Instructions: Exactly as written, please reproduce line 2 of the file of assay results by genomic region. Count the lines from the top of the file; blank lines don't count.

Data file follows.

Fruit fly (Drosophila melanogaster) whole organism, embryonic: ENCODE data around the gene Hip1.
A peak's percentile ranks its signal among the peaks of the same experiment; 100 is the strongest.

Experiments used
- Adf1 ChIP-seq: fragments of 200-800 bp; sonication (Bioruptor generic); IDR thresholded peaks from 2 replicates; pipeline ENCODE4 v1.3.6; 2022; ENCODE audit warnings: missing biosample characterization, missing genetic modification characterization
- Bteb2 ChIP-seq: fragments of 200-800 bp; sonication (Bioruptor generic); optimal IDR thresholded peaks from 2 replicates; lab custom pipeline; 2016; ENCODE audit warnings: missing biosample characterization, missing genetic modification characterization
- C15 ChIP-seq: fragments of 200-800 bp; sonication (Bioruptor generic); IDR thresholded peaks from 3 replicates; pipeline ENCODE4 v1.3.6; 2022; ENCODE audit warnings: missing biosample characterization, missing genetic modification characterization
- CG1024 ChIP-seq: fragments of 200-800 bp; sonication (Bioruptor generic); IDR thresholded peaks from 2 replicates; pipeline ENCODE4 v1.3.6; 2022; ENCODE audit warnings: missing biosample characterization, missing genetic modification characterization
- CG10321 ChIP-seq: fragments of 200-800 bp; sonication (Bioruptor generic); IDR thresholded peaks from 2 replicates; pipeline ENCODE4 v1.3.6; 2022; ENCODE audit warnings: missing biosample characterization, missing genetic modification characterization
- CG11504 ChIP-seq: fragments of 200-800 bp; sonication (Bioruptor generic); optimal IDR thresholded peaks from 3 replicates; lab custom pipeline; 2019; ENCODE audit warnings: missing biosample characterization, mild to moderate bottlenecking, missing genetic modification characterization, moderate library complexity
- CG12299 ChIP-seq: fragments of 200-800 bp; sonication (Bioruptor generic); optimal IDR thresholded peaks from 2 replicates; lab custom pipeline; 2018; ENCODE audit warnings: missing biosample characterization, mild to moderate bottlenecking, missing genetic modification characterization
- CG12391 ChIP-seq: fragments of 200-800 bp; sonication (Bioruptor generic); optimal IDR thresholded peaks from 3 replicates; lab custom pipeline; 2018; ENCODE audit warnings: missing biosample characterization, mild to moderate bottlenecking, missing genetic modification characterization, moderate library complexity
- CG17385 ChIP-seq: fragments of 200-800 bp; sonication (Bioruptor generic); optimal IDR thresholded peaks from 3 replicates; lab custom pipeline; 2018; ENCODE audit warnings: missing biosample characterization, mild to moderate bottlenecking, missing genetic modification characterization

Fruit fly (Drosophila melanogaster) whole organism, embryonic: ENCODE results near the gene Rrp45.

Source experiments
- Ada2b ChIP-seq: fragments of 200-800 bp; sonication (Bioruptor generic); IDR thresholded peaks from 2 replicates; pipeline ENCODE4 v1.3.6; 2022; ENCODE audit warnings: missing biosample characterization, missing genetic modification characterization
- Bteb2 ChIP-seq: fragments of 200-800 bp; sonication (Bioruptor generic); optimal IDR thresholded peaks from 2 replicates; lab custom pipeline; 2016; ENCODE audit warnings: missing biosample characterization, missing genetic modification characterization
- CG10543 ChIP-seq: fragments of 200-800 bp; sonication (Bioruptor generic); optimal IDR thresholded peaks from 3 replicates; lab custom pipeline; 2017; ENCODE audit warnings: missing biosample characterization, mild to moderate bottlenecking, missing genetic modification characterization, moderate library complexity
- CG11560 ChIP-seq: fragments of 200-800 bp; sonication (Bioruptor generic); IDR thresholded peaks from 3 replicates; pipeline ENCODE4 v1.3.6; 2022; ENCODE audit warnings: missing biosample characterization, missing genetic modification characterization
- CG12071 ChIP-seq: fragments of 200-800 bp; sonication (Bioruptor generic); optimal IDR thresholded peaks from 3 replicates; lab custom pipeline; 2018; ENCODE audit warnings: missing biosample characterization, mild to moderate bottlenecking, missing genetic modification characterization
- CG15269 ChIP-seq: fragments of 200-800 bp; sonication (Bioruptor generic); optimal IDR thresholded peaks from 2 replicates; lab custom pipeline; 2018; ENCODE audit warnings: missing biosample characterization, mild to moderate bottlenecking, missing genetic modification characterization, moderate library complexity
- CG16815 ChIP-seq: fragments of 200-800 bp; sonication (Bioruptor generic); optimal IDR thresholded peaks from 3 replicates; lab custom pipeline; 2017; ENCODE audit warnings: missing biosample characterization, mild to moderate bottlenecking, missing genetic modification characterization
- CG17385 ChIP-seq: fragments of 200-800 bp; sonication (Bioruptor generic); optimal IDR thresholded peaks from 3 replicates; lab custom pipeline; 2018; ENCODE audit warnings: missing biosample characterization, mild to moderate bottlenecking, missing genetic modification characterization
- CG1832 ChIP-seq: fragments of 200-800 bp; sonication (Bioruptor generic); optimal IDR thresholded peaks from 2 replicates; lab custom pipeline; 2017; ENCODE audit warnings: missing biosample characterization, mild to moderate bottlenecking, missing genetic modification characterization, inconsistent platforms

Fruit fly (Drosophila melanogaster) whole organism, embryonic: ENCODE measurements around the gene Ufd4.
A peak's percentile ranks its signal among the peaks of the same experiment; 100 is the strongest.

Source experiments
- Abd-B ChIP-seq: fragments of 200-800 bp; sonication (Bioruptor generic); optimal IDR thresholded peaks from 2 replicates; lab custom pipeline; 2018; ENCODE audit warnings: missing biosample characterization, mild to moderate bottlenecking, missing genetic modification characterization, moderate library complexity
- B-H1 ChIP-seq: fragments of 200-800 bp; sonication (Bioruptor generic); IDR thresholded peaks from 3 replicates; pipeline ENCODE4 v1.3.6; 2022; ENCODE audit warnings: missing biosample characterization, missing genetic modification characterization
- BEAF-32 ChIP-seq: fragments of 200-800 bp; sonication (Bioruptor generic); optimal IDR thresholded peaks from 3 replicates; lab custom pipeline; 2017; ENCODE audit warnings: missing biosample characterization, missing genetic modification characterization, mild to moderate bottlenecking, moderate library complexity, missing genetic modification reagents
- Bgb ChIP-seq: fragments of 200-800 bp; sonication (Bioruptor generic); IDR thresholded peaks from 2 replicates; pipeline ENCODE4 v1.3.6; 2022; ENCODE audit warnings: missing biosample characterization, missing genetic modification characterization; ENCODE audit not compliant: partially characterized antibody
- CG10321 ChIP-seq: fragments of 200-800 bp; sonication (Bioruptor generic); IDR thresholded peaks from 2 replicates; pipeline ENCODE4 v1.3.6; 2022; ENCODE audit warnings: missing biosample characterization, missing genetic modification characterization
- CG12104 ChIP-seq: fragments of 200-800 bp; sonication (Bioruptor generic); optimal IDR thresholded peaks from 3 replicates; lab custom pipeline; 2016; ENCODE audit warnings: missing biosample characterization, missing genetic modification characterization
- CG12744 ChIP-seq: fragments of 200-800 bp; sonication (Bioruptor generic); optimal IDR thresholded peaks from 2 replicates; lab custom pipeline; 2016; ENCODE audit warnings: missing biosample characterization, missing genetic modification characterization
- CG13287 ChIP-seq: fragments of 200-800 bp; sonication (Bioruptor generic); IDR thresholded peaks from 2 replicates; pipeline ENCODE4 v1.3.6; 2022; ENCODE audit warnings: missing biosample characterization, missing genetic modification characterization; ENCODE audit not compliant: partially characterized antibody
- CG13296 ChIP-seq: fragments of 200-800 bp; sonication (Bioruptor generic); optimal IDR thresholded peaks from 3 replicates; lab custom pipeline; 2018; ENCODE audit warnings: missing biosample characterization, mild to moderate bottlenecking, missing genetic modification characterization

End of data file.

A peak's percentile ranks its signal among the peaks of the same experiment; 100 is the strongest.